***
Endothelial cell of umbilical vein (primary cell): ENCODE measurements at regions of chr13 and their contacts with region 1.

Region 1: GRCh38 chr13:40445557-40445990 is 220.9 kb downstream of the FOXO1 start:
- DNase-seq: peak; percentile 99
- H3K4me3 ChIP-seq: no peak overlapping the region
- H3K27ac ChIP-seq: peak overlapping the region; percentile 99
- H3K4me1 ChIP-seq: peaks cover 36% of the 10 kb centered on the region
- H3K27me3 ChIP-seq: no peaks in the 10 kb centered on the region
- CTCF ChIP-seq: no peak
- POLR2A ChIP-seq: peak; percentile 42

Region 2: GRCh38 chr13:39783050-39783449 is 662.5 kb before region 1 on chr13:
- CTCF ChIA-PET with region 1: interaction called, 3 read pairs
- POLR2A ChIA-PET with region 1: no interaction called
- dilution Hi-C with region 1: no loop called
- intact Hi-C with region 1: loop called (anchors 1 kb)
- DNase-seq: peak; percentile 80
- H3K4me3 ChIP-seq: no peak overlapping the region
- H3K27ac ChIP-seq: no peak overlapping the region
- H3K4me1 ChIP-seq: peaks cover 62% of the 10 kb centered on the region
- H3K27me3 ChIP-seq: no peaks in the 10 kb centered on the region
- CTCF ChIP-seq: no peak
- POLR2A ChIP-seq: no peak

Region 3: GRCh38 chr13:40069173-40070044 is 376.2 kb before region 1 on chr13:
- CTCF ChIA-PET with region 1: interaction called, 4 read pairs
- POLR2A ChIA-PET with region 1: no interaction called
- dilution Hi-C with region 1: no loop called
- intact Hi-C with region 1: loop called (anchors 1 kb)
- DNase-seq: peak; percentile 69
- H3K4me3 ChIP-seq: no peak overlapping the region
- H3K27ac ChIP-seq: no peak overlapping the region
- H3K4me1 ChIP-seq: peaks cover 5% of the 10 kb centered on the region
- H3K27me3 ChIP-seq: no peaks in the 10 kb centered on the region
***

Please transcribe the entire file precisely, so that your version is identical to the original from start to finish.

Endothelial cell of umbilical vein (primary cell): ENCODE measurements at regions of chr13 and their contacts with region 1.

Region 1: GRCh38 chr13:40445557-40445990 is 220.9 kb downstream of the FOXO1 start:
- DNase-seq: peak; percentile 99
- H3K4me3 ChIP-seq: no peak overlapping the region
- H3K27ac ChIP-seq: peak overlapping the region; percentile 99
- H3K4me1 ChIP-seq: peaks cover 36% of the 10 kb centered on the region
- H3K27me3 ChIP-seq: no peaks in the 10 kb centered on the region
- CTCF ChIP-seq: no peak
- POLR2A ChIP-seq: peak; percentile 42

Region 2: GRCh38 chr13:39783050-39783449 is 662.5 kb before region 1 on chr13:
- CTCF ChIA-PET with region 1: interaction called, 3 read pairs
- POLR2A ChIA-PET with region 1: no interaction called
- dilution Hi-C with region 1: no loop called
- intact Hi-C with region 1: loop called (anchors 1 kb)
- DNase-seq: peak; percentile 80
- H3K4me3 ChIP-seq: no peak overlapping the region
- H3K27ac ChIP-seq: no peak overlapping the region
- H3K4me1 ChIP-seq: peaks cover 62% of the 10 kb centered on the region
- H3K27me3 ChIP-seq: no peaks in the 10 kb centered on the region
- CTCF ChIP-seq: no peak
- POLR2A ChIP-seq: no peak

Region 3: GRCh38 chr13:40069173-40070044 is 376.2 kb before region 1 on chr13:
- CTCF ChIA-PET with region 1: interaction called, 4 read pairs
- POLR2A ChIA-PET with region 1: no interaction called
- dilution Hi-C with region 1: no loop called
- intact Hi-C with region 1: loop called (anchors 1 kb)
- DNase-seq: peak; percentile 69
- H3K4me3 ChIP-seq: no peak overlapping the region
- H3K27ac ChIP-seq: no peak overlapping the region
- H3K4me1 ChIP-seq: peaks cover 5% of the 10 kb centered on the region
- H3K27me3 ChIP-seq: no peaks in the 10 kb centered on the region